> unsigned long (*probef) (long, hash_item*, void*);
    > unsigned long (*newsizef) (void*);
    > slot* data[];
    > };
    >
    > and compiled it with C99 standard.
    > I don't know the details of such standard but, apparently, the
    > compiler thinks that I'm trying to define a struct with a "flexible
    > array data", with the result that the following
    >
    > struct ht foo;
    > foo->data = calloc(sizeof(slot)*some_size));
    >
    > gets rejected as "invalid use of flexible array member".


    Right. foo->data is an array of pointers to slot, and you can't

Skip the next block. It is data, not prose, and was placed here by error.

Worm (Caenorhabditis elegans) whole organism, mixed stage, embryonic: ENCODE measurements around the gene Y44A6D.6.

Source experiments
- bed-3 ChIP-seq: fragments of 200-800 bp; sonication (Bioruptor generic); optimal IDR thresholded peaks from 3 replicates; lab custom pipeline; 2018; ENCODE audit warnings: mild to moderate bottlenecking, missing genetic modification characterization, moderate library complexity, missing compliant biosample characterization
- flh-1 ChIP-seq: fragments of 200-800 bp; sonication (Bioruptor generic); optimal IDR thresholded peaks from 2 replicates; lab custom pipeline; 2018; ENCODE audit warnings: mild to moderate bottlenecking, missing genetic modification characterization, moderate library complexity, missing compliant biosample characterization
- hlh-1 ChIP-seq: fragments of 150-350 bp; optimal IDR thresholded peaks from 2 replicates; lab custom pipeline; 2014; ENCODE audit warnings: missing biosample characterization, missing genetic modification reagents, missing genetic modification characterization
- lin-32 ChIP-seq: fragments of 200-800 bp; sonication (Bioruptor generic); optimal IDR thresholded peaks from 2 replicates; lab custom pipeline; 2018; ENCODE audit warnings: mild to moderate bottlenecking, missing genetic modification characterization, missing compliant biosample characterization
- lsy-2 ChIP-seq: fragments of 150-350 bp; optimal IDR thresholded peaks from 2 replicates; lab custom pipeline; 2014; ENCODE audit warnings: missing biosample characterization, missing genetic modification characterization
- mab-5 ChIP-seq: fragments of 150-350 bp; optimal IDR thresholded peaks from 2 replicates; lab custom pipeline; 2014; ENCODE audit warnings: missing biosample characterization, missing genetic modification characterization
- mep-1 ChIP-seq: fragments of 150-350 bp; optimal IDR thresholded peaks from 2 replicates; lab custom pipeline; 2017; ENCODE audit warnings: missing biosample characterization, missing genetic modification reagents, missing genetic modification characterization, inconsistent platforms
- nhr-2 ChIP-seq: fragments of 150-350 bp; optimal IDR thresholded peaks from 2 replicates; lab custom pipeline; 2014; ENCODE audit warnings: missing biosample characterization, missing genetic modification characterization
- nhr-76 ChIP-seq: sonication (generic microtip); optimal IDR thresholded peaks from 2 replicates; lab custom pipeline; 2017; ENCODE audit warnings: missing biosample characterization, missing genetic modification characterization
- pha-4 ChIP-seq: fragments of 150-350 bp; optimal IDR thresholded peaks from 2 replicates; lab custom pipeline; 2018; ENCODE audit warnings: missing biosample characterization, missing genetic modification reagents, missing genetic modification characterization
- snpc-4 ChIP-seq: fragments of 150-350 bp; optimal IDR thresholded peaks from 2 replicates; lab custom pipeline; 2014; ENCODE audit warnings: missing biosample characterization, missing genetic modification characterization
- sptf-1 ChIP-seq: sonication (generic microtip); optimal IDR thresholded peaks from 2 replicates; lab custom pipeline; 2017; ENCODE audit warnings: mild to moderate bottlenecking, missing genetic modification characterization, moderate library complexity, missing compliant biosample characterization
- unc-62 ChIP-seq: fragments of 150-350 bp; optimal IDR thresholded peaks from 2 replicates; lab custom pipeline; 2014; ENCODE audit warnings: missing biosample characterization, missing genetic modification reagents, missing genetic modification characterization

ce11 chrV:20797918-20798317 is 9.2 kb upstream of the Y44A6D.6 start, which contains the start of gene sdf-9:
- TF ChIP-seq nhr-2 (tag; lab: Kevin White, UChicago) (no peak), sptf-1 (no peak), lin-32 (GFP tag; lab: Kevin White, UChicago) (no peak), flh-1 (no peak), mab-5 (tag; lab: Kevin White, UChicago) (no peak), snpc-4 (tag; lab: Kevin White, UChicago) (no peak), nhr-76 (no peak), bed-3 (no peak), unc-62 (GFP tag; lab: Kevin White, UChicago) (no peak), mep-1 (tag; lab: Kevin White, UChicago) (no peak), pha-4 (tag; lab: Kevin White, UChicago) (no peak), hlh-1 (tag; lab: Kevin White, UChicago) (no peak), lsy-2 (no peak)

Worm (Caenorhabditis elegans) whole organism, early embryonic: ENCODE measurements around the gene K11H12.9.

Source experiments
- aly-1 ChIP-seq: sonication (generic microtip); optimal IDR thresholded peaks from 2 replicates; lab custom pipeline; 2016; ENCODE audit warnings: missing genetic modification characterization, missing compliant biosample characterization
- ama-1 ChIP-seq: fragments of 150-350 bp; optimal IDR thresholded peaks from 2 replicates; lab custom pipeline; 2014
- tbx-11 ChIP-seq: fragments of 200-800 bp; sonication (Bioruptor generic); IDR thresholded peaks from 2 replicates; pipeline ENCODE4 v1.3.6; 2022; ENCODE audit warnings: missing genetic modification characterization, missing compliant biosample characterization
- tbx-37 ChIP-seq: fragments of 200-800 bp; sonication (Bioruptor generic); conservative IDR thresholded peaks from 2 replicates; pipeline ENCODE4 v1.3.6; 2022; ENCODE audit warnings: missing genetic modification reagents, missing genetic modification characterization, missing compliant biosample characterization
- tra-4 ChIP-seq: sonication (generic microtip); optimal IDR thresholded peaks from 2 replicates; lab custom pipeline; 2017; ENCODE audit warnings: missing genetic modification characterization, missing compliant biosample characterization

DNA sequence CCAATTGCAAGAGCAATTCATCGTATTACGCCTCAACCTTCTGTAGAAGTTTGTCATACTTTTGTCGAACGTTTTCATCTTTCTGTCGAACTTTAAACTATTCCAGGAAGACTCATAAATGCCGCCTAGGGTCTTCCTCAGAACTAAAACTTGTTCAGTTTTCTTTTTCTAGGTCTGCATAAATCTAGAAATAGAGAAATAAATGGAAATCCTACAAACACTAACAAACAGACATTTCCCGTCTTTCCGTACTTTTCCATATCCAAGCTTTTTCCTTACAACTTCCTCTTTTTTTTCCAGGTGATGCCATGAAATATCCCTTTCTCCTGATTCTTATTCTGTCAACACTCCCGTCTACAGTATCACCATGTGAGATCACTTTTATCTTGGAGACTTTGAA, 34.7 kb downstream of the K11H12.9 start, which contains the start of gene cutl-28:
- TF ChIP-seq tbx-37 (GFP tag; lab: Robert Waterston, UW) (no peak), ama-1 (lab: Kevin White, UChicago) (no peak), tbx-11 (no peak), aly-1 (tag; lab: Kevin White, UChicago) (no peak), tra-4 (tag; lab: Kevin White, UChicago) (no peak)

assign to an array, whether it's a flexible array member or not.

    > As far as I understand, I should change code like that one into
    >
    > struct ht* foo;
    > foo = malloc((sizeof(slot)*some_size)+ <size of other fields>);
    >
    > Is it correct?


    There's no good way to express <size of other fields>. Adding up the
    sizes of the members is error-prone and ignores gaps. Just use:

    foo = malloc(sizeof(struct ht) + COUNT * sizeof(slot*));

    Note that I used sizeof(slot*), not sizeof(slot), since data is an
    array of pointers, not an array of slots.

    > What should I do if I want to use a flexible array *without* "struct
    > hacks" *nor* C99 rules?
    > Should I switch to another standard?


    C99 introduced flexible arrays to replace the struct hack, which was
    of questionable portability. I'm not sure how you'd use it without
    using either the struct hack or the C99 construct. Why do you want